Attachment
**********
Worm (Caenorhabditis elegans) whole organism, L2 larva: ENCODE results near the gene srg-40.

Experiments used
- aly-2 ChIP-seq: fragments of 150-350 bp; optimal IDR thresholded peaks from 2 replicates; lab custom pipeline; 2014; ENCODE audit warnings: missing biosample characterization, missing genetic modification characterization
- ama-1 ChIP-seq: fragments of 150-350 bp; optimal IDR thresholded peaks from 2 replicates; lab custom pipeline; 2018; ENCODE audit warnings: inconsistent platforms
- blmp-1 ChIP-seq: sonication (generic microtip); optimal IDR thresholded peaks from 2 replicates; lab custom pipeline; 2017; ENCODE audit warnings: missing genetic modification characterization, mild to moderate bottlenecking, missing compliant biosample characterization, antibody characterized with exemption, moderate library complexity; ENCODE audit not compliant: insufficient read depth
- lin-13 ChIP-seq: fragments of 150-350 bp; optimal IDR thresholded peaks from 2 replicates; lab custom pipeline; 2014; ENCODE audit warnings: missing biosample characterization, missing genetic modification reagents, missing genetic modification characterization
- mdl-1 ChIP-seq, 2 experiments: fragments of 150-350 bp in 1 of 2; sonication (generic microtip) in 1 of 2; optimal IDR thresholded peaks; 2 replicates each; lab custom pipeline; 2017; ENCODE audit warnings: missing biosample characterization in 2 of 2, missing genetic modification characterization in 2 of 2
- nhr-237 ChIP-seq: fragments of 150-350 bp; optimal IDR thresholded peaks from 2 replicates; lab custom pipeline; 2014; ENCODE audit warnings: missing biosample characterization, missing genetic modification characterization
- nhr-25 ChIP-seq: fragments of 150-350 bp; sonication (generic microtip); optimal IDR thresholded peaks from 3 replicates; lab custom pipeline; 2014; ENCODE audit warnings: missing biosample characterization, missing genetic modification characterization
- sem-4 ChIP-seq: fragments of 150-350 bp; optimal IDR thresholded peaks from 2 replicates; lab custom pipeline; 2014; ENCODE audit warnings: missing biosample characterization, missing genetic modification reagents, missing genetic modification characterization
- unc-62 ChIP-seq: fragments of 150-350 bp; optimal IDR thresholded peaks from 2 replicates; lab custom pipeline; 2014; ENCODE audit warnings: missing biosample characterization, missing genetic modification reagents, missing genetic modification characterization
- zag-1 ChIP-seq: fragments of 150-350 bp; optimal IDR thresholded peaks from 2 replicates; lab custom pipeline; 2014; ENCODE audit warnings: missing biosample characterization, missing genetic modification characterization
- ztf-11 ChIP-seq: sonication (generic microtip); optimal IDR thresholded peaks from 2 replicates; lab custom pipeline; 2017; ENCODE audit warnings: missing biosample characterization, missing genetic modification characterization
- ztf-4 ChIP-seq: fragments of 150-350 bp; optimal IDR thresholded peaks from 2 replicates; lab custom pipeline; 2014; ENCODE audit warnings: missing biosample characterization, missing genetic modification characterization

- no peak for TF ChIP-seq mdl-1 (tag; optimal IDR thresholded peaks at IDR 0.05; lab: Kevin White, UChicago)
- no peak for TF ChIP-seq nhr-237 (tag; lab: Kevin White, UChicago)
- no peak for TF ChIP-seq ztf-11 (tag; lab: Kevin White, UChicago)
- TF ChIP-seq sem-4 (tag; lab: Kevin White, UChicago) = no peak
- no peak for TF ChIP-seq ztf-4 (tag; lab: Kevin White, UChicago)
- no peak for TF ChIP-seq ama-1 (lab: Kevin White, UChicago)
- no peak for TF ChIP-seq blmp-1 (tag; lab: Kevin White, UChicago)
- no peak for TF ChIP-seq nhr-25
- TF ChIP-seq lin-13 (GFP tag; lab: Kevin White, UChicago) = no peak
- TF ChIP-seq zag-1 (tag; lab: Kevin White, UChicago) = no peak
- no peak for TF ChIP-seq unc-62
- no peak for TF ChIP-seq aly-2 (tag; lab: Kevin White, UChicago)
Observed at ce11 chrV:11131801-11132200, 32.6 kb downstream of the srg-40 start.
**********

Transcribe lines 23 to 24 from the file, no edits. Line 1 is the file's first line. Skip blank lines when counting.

- TF ChIP-seq lin-13 (GFP tag; lab: Kevin White, UChicago) = no peak
- TF ChIP-seq zag-1 (tag; lab: Kevin White, UChicago) = no peak